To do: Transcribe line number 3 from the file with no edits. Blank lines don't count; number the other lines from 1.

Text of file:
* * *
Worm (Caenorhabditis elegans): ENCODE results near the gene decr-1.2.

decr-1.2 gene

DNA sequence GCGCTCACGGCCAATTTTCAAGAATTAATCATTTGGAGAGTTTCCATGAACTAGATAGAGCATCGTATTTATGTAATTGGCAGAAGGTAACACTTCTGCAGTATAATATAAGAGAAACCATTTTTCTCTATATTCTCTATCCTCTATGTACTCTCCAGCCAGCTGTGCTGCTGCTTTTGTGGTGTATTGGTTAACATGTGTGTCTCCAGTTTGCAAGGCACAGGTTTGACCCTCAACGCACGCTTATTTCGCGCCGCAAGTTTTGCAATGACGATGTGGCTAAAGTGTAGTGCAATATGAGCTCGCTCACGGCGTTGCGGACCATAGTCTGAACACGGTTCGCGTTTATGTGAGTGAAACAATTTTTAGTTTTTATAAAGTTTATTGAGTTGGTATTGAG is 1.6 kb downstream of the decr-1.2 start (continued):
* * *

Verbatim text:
DNA sequence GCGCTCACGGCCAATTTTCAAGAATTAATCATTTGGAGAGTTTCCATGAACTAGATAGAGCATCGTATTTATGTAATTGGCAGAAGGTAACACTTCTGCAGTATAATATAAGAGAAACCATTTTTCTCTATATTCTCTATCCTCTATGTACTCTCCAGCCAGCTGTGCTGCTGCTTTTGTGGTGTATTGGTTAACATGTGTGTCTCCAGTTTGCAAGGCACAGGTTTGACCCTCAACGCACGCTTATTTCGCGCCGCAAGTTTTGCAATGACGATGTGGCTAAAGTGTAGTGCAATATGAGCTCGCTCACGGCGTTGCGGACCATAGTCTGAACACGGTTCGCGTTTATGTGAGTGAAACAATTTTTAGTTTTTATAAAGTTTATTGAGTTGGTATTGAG is 1.6 kb downstream of the decr-1.2 start (continued):